A character called The Toff was the hero of a series of thrillers written from 1938 onwards by John Creasey. (Those from the 1950s and '60s might be of interest to Victorianists, portraying as they do places and people at the very end of the Victorian legacy.) The hero, The Honourable Richard Rollison, was born a toff; the courtesy title is given to the eldest sons of Viscounts and Barons. He's a man about town and an amateur crime solver whose manservant, Jolly, is a kind of sleuthing Jeeves. As in Wodehouse, too, aunts are in abundance, particularly the Edwardian Lady Gloria Hurst, or Old Glory, who runs a sheltered home for women. But The Toff is no snob — not only is he on first name terms with all the top brass in Scotland Yard, he also knows many of the lowly coppers on the beat as well. He's a particular friend of Bill Ebbutt, ex-prizefighter and landlord of the Blue Dog pub and gymnasium in the East End. Even Ebbutt's boys, trainee boxers, are devoted to the Toff and often act as a private police force, coming in all sizes from fly- to heavyweight.

Creasey wrote over 560 books by the simple expedient of writing ten thousand words a day. Speed like that left no time for reflection and what we have, below the not quite believable characters, is an uncensored and pretty accurate portrait of the way things were. In A Doll for The Toff, for example, we come up against the raw unthinking racial attitudes of the English of the 1950s, and also of course of their forebears in the imperial past. The book is about the first immigrants to arrive in London — it centres on voodoo — and today would be not only unpublishable but unthinkable as well. The Toff and the Golden Boy deals with drugs and juvenile delinquency, as it was just beginning to be called — and no longer is. Yet there is a kind of innocence about it (few people knew what real addiction looked like) and the book ends on an upbeat note as if the problem would soon be going away.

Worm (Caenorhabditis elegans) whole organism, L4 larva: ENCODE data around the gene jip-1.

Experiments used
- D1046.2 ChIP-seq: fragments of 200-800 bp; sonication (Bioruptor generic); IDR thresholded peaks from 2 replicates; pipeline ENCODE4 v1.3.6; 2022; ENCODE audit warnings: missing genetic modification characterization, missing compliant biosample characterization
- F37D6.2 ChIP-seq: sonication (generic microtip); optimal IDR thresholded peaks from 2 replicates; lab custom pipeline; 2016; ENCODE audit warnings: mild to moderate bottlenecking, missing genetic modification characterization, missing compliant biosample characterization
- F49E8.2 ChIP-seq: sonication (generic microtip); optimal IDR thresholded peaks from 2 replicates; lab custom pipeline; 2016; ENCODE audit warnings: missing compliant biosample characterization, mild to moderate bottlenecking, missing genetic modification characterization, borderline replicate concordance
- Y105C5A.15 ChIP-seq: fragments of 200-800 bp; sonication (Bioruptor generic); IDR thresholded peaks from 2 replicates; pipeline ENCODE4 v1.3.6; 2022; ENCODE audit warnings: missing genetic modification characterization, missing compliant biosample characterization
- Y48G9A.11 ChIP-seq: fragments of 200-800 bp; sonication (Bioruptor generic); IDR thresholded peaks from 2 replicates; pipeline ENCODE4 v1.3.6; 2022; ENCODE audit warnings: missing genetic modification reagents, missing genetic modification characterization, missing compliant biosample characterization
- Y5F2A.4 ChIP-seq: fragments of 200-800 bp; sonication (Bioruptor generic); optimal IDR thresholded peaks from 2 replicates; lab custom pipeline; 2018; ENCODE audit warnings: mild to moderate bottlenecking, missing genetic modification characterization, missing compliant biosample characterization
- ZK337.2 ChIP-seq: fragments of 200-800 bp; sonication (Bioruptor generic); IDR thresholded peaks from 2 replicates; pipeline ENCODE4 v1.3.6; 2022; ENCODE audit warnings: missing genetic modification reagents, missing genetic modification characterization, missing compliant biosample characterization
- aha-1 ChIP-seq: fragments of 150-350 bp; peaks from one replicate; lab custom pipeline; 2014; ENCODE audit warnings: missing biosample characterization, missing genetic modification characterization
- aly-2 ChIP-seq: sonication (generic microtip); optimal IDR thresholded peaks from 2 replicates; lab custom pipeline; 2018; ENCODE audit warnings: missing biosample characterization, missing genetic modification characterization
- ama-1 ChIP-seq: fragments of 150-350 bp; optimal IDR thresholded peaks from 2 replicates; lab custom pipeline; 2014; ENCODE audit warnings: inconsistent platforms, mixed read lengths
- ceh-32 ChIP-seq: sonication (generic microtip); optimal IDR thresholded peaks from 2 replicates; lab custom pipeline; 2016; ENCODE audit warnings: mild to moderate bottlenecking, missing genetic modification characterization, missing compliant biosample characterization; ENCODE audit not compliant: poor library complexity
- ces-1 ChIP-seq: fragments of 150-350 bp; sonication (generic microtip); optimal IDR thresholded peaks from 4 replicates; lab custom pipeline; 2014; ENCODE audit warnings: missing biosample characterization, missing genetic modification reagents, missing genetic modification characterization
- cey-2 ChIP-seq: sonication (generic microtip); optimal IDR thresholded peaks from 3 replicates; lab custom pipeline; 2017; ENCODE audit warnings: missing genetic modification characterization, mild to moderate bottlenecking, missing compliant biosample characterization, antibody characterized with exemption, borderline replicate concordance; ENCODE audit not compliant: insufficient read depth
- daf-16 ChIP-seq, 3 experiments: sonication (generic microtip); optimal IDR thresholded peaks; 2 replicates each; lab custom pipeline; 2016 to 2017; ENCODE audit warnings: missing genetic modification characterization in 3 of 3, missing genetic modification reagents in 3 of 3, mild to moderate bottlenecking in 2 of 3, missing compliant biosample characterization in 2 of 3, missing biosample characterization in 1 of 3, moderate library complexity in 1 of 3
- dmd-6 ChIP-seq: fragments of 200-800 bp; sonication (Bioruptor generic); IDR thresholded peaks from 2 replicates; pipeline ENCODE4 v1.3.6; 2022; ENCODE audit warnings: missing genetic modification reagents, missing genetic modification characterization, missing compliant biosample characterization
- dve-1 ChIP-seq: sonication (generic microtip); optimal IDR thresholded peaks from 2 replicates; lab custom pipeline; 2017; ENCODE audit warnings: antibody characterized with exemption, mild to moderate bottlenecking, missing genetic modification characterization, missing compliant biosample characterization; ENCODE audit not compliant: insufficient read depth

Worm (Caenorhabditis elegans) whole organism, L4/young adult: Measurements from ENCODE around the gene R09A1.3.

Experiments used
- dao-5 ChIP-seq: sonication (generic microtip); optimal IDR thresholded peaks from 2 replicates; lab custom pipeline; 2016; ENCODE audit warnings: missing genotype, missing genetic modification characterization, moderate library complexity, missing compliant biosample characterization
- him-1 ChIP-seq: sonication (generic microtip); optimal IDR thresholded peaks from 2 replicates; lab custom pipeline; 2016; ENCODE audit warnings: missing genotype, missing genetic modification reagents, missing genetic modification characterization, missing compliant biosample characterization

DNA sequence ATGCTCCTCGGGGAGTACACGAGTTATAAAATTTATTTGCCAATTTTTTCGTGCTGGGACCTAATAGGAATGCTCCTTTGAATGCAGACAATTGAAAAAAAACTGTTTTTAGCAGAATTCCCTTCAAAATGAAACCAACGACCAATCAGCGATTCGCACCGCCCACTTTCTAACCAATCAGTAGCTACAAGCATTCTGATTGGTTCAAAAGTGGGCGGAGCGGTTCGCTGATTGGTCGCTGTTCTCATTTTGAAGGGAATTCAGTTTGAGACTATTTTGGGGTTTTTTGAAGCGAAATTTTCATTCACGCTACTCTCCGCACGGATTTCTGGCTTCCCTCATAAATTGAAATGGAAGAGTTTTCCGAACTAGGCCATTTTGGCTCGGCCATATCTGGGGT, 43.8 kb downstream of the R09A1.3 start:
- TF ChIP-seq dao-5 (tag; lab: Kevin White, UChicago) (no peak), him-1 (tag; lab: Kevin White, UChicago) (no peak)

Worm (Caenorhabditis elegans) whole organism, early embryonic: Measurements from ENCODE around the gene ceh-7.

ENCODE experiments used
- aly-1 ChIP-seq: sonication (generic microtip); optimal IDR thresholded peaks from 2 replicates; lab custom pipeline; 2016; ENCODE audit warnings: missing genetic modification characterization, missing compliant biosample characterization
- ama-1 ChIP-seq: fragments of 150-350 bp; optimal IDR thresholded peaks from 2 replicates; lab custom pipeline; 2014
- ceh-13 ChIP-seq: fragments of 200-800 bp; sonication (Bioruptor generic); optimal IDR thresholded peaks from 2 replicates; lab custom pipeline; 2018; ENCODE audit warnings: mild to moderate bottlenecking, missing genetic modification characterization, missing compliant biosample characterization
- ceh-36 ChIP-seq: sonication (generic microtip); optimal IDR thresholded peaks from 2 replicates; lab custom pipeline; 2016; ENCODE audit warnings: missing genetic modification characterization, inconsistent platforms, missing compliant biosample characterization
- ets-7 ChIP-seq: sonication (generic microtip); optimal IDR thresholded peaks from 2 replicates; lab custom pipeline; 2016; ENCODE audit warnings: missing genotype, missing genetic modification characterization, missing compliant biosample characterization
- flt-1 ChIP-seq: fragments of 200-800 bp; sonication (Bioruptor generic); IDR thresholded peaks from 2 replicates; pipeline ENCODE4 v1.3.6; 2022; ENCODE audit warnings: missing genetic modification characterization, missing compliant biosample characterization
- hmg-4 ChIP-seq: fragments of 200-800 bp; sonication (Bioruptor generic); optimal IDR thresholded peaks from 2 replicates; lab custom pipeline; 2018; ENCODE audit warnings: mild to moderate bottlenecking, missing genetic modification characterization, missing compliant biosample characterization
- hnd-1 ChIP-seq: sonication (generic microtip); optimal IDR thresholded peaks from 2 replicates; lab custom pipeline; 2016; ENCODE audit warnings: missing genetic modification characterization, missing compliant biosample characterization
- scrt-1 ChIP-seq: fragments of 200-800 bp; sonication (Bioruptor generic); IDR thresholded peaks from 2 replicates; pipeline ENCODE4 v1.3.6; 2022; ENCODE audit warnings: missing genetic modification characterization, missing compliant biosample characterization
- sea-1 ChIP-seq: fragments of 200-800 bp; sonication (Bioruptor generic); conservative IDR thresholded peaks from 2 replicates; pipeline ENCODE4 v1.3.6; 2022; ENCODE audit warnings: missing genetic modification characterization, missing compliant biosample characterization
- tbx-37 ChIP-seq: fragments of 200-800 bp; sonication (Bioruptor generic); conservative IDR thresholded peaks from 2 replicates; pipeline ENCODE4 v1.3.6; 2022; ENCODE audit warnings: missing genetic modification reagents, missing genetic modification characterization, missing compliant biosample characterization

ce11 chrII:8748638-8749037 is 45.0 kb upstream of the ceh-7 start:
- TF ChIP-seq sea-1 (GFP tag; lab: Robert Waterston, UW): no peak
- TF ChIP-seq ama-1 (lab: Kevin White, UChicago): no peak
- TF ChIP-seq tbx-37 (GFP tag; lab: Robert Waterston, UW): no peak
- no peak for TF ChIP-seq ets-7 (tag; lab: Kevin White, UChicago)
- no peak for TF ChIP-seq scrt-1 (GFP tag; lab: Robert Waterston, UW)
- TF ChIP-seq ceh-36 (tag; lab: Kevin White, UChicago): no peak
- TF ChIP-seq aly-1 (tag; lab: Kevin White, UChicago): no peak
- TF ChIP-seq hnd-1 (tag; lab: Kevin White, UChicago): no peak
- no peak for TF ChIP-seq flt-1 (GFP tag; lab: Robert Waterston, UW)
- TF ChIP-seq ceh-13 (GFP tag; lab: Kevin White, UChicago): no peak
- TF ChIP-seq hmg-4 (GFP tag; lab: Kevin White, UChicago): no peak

Physically as well as socially, The Toff's London is closer to that of the 1890s than today's; corner shops and coal-fired power stations, cargo ships crowding the river, derricks and cranes working on the wharves, a docklands of smoke black brick, small factories and workshops with their own tall chimneys in cobbled alleyways.

John Creasey (1908-1973) had twenty-eight different pen-names. As J. J. Marric he created Gideon of the Yard. These novels, set in the 1950s, also give an insight into the self-image English people had at that time and, by extension, the Victorians too. Decency, is perhaps the key-word, and fair play. We may think they were wrong in this, but that is certainly the way they saw themselves.


Creasey, John. A Doll for the Toff. London: Hodder and Stoughton, 1963.

Creasey, John. The Toff and the Golden Boy. New York: Magnum Books, 1969.

Marric, J. J. Gideon's Staff . London: Pan Books, 1959.

Related Material

Last modified 3 January 2006